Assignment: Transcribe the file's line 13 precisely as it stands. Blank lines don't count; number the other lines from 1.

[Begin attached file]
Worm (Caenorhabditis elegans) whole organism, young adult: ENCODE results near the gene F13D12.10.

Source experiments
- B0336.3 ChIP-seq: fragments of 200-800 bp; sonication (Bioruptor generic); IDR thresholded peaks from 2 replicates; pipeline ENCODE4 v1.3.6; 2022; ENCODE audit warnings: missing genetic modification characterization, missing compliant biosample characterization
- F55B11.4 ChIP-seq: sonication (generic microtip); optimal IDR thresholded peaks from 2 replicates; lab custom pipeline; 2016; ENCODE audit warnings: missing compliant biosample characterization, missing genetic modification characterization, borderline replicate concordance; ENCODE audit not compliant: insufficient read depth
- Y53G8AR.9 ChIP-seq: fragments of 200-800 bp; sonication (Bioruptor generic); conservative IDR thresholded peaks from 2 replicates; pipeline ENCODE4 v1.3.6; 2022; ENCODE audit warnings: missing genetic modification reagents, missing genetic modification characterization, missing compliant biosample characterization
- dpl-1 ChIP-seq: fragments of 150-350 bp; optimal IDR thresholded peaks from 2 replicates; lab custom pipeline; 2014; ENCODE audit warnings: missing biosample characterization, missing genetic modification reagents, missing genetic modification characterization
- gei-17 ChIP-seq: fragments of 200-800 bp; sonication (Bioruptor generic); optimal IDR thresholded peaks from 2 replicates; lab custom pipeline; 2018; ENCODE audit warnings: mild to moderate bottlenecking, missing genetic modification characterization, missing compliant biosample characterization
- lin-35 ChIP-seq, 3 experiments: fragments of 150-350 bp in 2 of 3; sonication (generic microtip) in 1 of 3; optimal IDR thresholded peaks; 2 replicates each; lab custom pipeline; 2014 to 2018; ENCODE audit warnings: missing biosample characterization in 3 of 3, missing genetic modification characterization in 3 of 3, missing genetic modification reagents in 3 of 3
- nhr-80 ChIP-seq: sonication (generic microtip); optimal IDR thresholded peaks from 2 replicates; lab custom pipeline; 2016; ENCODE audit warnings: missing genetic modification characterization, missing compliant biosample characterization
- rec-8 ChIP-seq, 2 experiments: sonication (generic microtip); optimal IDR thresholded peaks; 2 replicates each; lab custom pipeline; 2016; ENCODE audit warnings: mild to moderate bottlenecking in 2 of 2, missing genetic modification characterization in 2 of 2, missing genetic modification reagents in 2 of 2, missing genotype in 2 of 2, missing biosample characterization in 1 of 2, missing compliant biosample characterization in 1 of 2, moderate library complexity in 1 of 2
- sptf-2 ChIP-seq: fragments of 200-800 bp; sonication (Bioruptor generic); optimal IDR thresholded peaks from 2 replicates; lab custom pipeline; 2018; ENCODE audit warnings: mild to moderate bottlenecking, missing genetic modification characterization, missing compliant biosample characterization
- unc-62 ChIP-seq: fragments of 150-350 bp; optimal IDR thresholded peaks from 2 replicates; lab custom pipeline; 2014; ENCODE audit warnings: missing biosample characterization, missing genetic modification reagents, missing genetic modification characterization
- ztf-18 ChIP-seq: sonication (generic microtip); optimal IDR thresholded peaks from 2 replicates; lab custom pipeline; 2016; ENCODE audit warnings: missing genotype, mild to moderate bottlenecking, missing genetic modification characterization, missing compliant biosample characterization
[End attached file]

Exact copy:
- ztf-18 ChIP-seq: sonication (generic microtip); optimal IDR thresholded peaks from 2 replicates; lab custom pipeline; 2016; ENCODE audit warnings: missing genotype, mild to moderate bottlenecking, missing genetic modification characterization, missing compliant biosample characterization